Every year, Yad Vashem creates a calendar for the Jewish New Year. This year's calendar focuses on "The Return to Life," emphasizing Jewish life in the Displaced Persons (DP) camps after the war. Included in the calendar are emotive black and white images from the Yad Vashem Archives, portraying everyday life in the camps. This calendar offers a visual representation of the life of hundreds of thousands of Holocaust survivors in Europe, illustrating their cultural, religious and communal ventures in the years immediately following the war.
Lasting from the end of WWII until the early 1950s, the period of the DP camps in Germany, Austria, and Italy was short-lived, but is notable by the vibrant Jewish life created therein. The living conditions were characterized, primarily at first, by hardship and scarcity. Postwar conditions were difficult, with inadequate amounts of food, clothing, medicine and other crucial supplies. The survivors' stay in the Displaced Persons (DP) camps, in children's homes and in internment camps was regarded by most of the Jewish refugees as a temporary arrangement. The shock of liberation, the realization that many of them were alone in the world, and the physical and emotional scars and deprivations burdened many survivors.Nevertheless, despite all of their hardship, they managed to transform their new communities into centers of social, cultural and educational activity with a vitality to rebuild their lives: they held sporting events and celebrated Jewish holidays; they established theaters and orchestras and published newspapers; and they studied, acquired professions and raised families, preparing themselves for a new – and more hopeful – life after the Holocaust.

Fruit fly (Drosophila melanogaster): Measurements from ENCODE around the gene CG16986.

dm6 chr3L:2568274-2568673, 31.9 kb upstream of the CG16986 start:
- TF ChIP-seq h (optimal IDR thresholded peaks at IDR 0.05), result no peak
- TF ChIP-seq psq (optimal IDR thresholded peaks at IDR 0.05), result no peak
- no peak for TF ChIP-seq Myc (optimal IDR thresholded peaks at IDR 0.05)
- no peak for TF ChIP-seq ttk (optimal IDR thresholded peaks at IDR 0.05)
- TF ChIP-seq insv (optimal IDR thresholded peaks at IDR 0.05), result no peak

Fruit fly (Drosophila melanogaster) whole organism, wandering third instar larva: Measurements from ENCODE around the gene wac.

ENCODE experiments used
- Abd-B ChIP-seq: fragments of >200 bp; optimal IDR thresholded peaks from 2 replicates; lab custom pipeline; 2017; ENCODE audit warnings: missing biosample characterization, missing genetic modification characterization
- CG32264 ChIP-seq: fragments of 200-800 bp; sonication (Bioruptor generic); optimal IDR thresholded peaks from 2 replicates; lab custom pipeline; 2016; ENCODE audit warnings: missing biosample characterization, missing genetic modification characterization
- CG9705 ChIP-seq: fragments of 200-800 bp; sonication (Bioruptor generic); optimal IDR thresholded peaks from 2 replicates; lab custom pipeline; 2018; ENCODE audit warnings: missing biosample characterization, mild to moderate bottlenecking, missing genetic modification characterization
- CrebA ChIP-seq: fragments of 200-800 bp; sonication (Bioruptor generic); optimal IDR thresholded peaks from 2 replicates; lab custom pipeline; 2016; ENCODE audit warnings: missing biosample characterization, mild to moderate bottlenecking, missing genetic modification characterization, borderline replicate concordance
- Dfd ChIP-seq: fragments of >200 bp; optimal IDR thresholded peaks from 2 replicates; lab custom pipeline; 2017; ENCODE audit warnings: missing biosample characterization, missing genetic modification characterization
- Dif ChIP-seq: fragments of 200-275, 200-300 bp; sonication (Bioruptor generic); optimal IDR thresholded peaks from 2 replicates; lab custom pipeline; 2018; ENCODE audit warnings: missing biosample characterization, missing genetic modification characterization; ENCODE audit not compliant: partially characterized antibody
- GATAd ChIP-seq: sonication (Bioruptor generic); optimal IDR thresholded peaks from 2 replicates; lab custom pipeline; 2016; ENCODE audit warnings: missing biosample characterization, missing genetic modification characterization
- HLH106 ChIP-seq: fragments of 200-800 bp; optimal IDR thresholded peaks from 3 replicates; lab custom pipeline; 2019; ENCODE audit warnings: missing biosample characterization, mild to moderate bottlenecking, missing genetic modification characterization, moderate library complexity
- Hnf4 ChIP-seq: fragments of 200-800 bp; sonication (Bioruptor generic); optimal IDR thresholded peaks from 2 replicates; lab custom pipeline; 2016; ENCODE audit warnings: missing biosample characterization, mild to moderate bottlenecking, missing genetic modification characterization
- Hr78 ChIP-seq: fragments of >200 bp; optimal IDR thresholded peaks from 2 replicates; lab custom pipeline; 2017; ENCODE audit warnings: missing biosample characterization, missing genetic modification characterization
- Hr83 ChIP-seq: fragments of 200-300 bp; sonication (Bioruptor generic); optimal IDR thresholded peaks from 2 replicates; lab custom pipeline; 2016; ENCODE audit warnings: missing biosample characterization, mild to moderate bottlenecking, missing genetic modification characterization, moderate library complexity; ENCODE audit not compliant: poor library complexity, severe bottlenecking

To read more about the return to life in the DP camps, visit Yad Vashem's website for two special online exhibitions, "The Return to Life in the Displaced Persons Camps, 1945-1956" and "DP Camps and Hachsharot in Italy After the War."
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